Using clip-on sensors developed by Propeller Health, the inhaler can track how often patients take their medication and provide insight on what may prevent utilization of the inhaler.

GlaxoSmithKline’s plans to incorporate sensors in its inhalers is expected to provide real-time data about the patient experience in a clinical trial, and that may help improve adherence.

In November the FDA cleared GSK and Propeller Health to market a custom Propeller sensor with Ellipta, the drugmaker’s COPD medication, for the treatment of asthma and COPD. GSK is now planning to launch a number of clinical trials for the Ellipta smart inhaler in early 2017.

The companies first announced the R&D collaboration in 2015.

“It’s really the ability to tell whether someone is taking the medicine, to try to capture how patients feel, how active they are in the study,” said Ruth Tal-Singer, VP of clinical discovery in respiratory R&D and senior fellow at GSK. “We compare the treatment versus the control arm.”

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Tal-Singer declined to provide details about the upcoming trials but said they will incorporate other technologies such as electronic diaries and sensors that monitor physical activity and vital signs to get a holistic picture of how a patient is doing in a clinical trial.

Several manufacturers of respiratory drugs have partnered with technology companies in an effort to improve outcomes and adherence rates. Teva Pharmaceutical Industries in 2015 acquired Gecko Health Innovations, which developed a cloud-based platform that relies on the cloud to remotely monitor chronic respiratory diseases and help manage them.

Analysts believe that technology solutions such as sensors could offer savings of approximately $19.3 billion for the 50 million people with asthma and chronic obstructive pulmonary disease in the United States alone, a 2015 Goldman Sachs report found.

Using clip-on sensors developed by Propeller Health, the inhaler can track how often patients take their medication and provide insight on what may prevent utilization of the inhaler. Every time a patient opens or closes the device, information about a patient’s usage is sent via Bluetooth to GSK’s clinical-trial database.

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The sensor collects data about a patient’s medication use that can be used to help improve their care, David Van Sickle, CEO of Propeller Health, said in a statement. “Propeller uses these data to deliver actionable reminders and insights to patients, with a focus on the patient experience, to improve self management, medication adherence, patient-clinician communication, and to improve the quality of ongoing care and treatment.”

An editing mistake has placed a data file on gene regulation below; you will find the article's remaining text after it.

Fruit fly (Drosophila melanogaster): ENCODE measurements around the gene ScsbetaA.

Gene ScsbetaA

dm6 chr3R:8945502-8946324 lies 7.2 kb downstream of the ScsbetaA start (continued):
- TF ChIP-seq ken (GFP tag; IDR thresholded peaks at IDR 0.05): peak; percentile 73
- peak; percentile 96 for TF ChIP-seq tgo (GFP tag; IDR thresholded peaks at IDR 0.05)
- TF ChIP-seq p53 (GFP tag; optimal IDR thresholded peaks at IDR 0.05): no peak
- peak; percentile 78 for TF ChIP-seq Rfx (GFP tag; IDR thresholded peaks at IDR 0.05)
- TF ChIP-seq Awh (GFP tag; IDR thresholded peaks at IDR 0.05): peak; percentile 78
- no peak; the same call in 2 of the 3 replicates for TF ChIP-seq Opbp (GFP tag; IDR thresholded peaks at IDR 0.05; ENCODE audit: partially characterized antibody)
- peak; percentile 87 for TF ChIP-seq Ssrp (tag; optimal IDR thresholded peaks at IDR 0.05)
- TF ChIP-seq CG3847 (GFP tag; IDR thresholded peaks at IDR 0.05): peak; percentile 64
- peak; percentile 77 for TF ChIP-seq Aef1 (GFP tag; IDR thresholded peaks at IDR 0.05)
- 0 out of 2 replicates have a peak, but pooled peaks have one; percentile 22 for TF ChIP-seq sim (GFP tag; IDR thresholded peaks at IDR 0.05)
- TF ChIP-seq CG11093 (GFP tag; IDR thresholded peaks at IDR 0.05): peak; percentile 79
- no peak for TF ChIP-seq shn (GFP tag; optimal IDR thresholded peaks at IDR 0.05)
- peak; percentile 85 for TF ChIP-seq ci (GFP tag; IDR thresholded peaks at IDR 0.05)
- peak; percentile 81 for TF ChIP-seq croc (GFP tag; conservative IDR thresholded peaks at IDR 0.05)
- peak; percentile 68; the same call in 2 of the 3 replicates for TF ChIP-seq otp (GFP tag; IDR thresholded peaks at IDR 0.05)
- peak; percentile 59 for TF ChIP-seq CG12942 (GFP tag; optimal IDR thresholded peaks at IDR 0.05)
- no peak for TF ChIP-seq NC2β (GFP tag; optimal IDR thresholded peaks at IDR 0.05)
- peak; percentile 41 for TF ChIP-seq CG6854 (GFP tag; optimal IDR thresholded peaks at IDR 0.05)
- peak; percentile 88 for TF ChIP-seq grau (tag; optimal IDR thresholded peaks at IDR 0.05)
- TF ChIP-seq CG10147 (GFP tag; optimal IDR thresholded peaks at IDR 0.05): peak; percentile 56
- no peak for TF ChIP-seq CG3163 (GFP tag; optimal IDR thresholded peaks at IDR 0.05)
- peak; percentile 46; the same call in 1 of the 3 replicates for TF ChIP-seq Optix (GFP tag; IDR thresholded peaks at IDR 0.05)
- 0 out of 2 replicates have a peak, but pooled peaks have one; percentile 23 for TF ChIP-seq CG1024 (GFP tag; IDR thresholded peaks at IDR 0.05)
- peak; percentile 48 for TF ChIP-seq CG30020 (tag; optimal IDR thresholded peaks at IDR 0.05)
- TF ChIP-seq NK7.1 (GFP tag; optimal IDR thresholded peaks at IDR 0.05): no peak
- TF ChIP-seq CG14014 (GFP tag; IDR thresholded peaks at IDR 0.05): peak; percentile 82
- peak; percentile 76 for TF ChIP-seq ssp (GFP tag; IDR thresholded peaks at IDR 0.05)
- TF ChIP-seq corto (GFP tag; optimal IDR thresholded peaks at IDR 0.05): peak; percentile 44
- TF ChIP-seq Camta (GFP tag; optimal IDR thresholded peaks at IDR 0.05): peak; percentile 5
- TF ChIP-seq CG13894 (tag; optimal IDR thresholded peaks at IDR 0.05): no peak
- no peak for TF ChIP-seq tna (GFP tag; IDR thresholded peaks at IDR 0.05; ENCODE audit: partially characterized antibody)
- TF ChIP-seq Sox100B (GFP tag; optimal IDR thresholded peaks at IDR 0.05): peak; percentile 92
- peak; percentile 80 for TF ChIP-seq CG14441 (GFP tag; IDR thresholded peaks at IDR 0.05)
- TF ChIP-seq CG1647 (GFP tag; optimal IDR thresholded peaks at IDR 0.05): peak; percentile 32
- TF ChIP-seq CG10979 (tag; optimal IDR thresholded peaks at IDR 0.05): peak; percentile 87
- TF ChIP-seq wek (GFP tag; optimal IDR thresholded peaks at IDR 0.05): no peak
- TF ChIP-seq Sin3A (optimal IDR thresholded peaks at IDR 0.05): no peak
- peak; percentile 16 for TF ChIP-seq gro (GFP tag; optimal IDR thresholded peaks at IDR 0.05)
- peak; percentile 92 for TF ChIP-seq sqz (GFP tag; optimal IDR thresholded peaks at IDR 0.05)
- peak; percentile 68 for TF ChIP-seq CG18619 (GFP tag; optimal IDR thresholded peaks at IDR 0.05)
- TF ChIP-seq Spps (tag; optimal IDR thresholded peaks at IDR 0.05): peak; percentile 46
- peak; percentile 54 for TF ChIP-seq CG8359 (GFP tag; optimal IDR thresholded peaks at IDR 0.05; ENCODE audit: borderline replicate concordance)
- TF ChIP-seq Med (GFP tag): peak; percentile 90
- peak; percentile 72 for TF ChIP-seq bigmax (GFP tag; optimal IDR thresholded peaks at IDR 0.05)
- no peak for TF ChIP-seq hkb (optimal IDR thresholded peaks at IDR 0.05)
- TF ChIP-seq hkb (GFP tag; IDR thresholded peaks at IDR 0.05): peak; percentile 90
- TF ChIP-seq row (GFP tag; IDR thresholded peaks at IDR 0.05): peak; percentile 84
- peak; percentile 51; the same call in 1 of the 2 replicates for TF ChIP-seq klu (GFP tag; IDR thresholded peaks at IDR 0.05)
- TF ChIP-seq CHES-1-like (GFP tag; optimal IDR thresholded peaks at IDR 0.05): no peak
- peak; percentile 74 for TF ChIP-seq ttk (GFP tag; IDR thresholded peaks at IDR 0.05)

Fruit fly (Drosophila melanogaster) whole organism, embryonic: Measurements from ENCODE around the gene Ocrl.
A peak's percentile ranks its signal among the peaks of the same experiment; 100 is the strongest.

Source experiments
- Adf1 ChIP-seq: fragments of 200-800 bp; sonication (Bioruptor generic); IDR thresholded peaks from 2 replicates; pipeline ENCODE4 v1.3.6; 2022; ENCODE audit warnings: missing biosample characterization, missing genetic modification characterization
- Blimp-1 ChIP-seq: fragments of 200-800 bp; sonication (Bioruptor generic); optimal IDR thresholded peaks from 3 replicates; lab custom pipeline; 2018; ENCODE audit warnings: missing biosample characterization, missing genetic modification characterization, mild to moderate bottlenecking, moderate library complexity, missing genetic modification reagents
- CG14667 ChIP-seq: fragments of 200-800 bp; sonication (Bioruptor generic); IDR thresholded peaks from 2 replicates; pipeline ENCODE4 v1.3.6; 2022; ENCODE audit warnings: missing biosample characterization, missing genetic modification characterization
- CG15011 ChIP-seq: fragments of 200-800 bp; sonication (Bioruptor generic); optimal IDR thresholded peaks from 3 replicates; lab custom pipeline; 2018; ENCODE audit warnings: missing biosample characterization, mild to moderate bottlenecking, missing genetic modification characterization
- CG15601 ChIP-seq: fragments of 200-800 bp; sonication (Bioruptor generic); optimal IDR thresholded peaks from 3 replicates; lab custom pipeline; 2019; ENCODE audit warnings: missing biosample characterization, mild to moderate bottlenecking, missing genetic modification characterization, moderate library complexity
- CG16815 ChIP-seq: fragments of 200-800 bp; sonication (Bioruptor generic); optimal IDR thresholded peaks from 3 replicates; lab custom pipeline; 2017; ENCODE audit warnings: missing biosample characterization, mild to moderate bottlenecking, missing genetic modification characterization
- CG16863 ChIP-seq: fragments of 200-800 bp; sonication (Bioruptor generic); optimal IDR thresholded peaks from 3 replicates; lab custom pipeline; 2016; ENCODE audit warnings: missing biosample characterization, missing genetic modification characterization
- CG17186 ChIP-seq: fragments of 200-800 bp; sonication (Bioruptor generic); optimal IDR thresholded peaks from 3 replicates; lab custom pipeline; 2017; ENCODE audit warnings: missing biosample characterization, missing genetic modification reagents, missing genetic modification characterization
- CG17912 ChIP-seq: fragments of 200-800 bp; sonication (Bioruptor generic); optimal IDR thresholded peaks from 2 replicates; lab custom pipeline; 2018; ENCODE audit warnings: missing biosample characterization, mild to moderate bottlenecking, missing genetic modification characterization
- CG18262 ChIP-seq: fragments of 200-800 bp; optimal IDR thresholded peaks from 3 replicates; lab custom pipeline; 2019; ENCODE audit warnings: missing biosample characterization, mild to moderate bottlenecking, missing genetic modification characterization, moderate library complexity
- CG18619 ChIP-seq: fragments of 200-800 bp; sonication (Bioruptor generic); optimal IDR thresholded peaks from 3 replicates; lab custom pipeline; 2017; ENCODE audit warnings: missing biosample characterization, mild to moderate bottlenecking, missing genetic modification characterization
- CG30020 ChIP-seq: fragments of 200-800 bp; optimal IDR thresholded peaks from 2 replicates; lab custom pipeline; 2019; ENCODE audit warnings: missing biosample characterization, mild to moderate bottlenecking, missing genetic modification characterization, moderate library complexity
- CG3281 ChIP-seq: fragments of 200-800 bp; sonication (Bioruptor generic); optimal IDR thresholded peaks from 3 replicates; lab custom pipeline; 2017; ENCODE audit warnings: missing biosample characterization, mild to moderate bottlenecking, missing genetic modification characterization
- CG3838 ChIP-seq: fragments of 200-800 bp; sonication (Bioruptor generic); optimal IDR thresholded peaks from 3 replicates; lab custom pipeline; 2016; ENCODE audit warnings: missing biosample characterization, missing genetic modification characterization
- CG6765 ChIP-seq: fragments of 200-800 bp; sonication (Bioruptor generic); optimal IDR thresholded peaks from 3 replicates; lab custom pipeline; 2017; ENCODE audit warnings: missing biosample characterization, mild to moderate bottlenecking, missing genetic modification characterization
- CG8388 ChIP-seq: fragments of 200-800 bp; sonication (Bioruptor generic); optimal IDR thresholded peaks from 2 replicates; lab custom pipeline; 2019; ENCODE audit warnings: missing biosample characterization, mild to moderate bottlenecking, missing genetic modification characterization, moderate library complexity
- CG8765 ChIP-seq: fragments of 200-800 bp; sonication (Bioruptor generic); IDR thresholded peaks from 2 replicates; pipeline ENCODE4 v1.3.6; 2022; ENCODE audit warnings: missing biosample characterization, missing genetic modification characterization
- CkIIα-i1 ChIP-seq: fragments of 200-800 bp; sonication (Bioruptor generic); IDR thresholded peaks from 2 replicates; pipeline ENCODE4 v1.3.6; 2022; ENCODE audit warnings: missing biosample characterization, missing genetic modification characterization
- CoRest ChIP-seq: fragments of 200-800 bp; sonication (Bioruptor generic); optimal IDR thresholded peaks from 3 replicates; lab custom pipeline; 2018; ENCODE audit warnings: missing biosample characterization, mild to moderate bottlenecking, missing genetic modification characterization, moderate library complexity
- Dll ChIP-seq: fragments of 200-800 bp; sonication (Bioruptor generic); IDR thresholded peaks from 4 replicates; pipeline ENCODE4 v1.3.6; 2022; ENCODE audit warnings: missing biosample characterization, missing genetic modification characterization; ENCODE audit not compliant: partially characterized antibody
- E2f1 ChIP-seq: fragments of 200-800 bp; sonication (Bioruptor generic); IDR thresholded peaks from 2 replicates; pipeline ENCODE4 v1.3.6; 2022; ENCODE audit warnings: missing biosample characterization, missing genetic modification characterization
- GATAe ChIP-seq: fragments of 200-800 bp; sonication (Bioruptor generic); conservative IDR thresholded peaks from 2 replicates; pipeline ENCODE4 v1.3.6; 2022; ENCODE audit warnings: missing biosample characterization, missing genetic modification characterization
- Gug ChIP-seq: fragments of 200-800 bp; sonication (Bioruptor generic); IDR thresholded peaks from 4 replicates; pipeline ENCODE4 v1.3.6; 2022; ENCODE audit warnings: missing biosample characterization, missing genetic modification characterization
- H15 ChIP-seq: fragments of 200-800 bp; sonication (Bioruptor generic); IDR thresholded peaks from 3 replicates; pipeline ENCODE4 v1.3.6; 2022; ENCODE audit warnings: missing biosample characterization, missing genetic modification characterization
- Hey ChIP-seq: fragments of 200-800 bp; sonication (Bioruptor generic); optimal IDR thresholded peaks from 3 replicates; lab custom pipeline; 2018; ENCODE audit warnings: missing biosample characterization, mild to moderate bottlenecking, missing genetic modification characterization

With data imported in real-time to a database, patients do not need to make regular visits to a clinic to talk to a clinician about a medication and can participate in clinical trials remotely, said Tal-Singer.

“It really reduces the burden for all of them, specifically individuals who are very sensitive to the environment,” said Tal-Singer. “If it’s a very cold day or there’s a lot of pollution, it’s difficult for someone with lung disease to come to the clinic. Instead of coming once a month or every two weeks, we can monitor how they are doing remotely.”

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Remote monitoring also encourages patient participation in a clinical trial, which then allows researchers to get more accurate real-world data, said Tal-Singer. And the smart inhaler’s ability to send information to a database in real-time reduces the burden of a clinician or the patient having to do it manually. This can also cut down on human error.

It’s not the drugmaker’s first time using sensor technology. GSK has used sensors to study mobility and activity in patients with rheumatoid arthritis and amyotrophic lateral sclerosis as well. Doing this helped the company gather more objective data than when it uses traditional methods such as written patient journals and walking tests at a physician’s office.

“It really allows us to make a change, sometimes [make a] change in direction, where we see patients not adhering to something, to really understand why they didn’t,” said Tal-Singer. “We need to hear the patient’s voice and see how it works for them.”